Because there are so many different sources of data, export-promotion programs have to work like a bucket brigade, with each agency handing off to another to avoid duplication of efforts. New York State used to mail qualified trade leads to companies every few weeks, an idea used by several agencies. some newspapers and magazines, including Crain’s Chicago Business, even reprint leads provided by the government. One benefit of all these leads is to help companies avoid dead-end prospecting.

Although bulletin-board listings don’t favor goods over services, leads–especially fav service companies or consultants–come from human networking as often, if not more, that from searching databases. Universities, private consultants, and organizations such as the members-only World Trade Centers in hundreds of cities worldwide are all sources for connections.

Eventually, you’ll create your own database of experts, says Stephen Kukan, a general manager at New Jersey’s Public Service Electric & Gas, which created TradeLink New Jersey to get small manufacturing firms into exporting and now has more than 1.000 clients in a variety of industries and sizes. Kukan advises that attending every world trade event can get redundant, so choose carefully, since keeping your business in business is your highest priority.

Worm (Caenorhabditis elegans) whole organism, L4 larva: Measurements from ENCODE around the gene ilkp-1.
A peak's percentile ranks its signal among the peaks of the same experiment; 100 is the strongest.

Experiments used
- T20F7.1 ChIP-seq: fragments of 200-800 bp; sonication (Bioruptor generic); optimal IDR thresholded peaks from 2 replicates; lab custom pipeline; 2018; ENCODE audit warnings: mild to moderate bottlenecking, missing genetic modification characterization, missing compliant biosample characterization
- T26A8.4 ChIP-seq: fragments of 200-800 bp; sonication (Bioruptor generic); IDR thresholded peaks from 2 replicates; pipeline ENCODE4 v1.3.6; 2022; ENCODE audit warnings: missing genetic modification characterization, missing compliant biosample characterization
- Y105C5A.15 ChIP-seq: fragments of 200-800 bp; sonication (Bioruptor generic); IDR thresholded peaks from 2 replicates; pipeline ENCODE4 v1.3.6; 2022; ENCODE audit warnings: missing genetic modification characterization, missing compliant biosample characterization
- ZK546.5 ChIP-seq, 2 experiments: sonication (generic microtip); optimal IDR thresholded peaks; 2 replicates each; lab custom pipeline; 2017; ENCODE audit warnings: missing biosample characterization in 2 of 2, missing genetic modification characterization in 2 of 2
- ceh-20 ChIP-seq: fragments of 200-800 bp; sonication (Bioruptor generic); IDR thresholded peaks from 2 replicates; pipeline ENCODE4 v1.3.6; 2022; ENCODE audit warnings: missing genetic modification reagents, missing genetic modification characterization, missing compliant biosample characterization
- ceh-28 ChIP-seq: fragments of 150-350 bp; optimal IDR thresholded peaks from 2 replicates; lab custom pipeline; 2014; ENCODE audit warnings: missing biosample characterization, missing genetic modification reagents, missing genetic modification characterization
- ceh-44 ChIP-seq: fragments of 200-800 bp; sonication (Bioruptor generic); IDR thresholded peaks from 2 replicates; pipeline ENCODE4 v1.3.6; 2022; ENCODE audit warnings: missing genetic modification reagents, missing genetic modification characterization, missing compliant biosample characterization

“Small and medium-size companies are in the business of keeping themselves alive right now, so they can’t spend month finding out who can help them best,” he adds. “Part of our job is to coordinate all those groups and make customers feel comfortable using them.”

Amen, says Freed, who admits he is still discovering new sources of data and sales leads for the next big deal. Communications and networking are critical in any business, even more so in world trade, he says. The speed and convenience of computer and fax can provide a real edge, if they’re employed effectively.

Export Help

The United States Department of Commerce’s Flashfax service can answer basic questions on Mexico, Eastern Europe, the Pacific Rim, and GATT. Each area offers reports via fax.

Questions on finance, shipping, packaging, and other issues are often easily answered, but you have to know whom to ask. For example, certain computer and chemical technologies have the potential for military use, so such exports need to be licensed with the government. Companies should first check to see if there are any export restrictions on the product itself or the country to which it might be sent. You can then call ELVIS, ELAIN, and STELA (voice phone numbers).